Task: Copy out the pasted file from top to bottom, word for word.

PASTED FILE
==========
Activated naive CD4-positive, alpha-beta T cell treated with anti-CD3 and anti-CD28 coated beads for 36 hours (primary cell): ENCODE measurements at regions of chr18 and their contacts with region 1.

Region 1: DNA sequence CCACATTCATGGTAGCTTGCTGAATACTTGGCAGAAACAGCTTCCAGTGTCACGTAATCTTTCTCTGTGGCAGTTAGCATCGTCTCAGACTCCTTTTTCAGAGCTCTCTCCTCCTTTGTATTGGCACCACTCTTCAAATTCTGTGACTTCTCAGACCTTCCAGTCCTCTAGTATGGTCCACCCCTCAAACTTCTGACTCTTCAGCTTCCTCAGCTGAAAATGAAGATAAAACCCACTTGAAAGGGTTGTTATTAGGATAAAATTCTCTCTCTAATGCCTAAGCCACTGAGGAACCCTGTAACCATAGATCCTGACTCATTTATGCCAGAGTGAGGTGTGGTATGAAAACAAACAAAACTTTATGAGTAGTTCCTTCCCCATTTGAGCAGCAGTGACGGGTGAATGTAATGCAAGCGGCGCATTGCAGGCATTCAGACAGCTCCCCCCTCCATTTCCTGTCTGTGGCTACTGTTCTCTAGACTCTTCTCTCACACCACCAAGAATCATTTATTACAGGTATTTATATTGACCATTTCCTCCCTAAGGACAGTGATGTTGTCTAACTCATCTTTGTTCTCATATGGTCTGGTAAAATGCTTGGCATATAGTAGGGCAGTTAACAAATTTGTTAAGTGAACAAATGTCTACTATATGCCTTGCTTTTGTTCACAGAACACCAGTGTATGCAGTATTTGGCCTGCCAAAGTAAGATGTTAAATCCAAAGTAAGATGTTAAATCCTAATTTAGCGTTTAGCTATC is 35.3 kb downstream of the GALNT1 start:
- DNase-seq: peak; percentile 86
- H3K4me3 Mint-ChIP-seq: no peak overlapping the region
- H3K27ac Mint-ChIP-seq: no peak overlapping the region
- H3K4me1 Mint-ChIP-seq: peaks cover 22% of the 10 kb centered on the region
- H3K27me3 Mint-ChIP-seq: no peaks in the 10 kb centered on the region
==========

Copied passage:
Activated naive CD4-positive, alpha-beta T cell treated with anti-CD3 and anti-CD28 coated beads for 36 hours (primary cell): ENCODE measurements at regions of chr18 and their contacts with region 1.

Region 1: DNA sequence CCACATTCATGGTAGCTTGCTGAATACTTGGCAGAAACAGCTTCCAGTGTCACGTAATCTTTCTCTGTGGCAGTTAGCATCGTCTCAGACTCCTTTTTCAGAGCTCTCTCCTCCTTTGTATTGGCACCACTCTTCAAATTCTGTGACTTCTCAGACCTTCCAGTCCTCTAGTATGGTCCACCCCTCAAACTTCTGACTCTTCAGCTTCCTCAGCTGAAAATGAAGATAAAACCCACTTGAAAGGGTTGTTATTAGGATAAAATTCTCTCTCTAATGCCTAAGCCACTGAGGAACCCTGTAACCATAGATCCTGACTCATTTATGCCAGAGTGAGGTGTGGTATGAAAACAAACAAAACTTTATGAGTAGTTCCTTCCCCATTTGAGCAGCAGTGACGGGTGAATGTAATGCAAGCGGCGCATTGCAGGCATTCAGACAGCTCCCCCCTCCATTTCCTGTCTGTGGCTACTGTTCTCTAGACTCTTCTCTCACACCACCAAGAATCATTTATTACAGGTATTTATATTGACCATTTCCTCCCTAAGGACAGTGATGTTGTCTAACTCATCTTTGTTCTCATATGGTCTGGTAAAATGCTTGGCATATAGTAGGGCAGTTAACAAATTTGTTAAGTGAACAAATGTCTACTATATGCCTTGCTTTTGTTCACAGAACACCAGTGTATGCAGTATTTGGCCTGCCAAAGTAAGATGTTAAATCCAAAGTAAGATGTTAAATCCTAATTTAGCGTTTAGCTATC is 35.3 kb downstream of the GALNT1 start:
- DNase-seq: peak; percentile 86
- H3K4me3 Mint-ChIP-seq: no peak overlapping the region
- H3K27ac Mint-ChIP-seq: no peak overlapping the region
- H3K4me1 Mint-ChIP-seq: peaks cover 22% of the 10 kb centered on the region
- H3K27me3 Mint-ChIP-seq: no peaks in the 10 kb centered on the region